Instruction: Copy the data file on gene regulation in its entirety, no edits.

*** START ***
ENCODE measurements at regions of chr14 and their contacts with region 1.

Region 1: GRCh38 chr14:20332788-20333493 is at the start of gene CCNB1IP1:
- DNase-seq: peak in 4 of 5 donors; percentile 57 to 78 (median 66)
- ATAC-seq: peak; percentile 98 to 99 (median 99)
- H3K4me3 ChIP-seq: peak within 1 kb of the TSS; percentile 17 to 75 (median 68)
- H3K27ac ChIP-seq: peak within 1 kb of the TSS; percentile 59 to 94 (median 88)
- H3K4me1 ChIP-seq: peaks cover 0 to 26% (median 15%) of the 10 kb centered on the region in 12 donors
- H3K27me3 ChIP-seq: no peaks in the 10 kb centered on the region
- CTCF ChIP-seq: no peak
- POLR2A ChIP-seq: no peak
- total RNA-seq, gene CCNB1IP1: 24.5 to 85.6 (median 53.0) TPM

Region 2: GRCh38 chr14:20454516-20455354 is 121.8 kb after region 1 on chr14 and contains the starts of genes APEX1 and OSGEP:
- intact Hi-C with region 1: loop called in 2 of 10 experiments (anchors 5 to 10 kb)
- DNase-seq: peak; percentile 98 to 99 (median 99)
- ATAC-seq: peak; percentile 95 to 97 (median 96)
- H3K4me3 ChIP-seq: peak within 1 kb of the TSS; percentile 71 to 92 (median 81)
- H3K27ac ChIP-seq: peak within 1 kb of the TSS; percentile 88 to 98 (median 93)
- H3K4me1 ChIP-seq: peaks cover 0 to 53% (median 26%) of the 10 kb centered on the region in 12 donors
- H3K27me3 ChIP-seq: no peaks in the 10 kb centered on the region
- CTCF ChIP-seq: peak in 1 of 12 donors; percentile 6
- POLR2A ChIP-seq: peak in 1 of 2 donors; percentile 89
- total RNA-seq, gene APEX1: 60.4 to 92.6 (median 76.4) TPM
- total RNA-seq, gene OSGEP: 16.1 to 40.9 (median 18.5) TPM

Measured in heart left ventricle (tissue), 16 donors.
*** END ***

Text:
ENCODE measurements at regions of chr14 and their contacts with region 1.

Region 1: GRCh38 chr14:20332788-20333493 is at the start of gene CCNB1IP1:
- DNase-seq: peak in 4 of 5 donors; percentile 57 to 78 (median 66)
- ATAC-seq: peak; percentile 98 to 99 (median 99)
- H3K4me3 ChIP-seq: peak within 1 kb of the TSS; percentile 17 to 75 (median 68)
- H3K27ac ChIP-seq: peak within 1 kb of the TSS; percentile 59 to 94 (median 88)
- H3K4me1 ChIP-seq: peaks cover 0 to 26% (median 15%) of the 10 kb centered on the region in 12 donors
- H3K27me3 ChIP-seq: no peaks in the 10 kb centered on the region
- CTCF ChIP-seq: no peak
- POLR2A ChIP-seq: no peak
- total RNA-seq, gene CCNB1IP1: 24.5 to 85.6 (median 53.0) TPM

Region 2: GRCh38 chr14:20454516-20455354 is 121.8 kb after region 1 on chr14 and contains the starts of genes APEX1 and OSGEP:
- intact Hi-C with region 1: loop called in 2 of 10 experiments (anchors 5 to 10 kb)
- DNase-seq: peak; percentile 98 to 99 (median 99)
- ATAC-seq: peak; percentile 95 to 97 (median 96)
- H3K4me3 ChIP-seq: peak within 1 kb of the TSS; percentile 71 to 92 (median 81)
- H3K27ac ChIP-seq: peak within 1 kb of the TSS; percentile 88 to 98 (median 93)
- H3K4me1 ChIP-seq: peaks cover 0 to 53% (median 26%) of the 10 kb centered on the region in 12 donors
- H3K27me3 ChIP-seq: no peaks in the 10 kb centered on the region
- CTCF ChIP-seq: peak in 1 of 12 donors; percentile 6
- POLR2A ChIP-seq: peak in 1 of 2 donors; percentile 89
- total RNA-seq, gene APEX1: 60.4 to 92.6 (median 76.4) TPM
- total RNA-seq, gene OSGEP: 16.1 to 40.9 (median 18.5) TPM

Measured in heart left ventricle (tissue), 16 donors.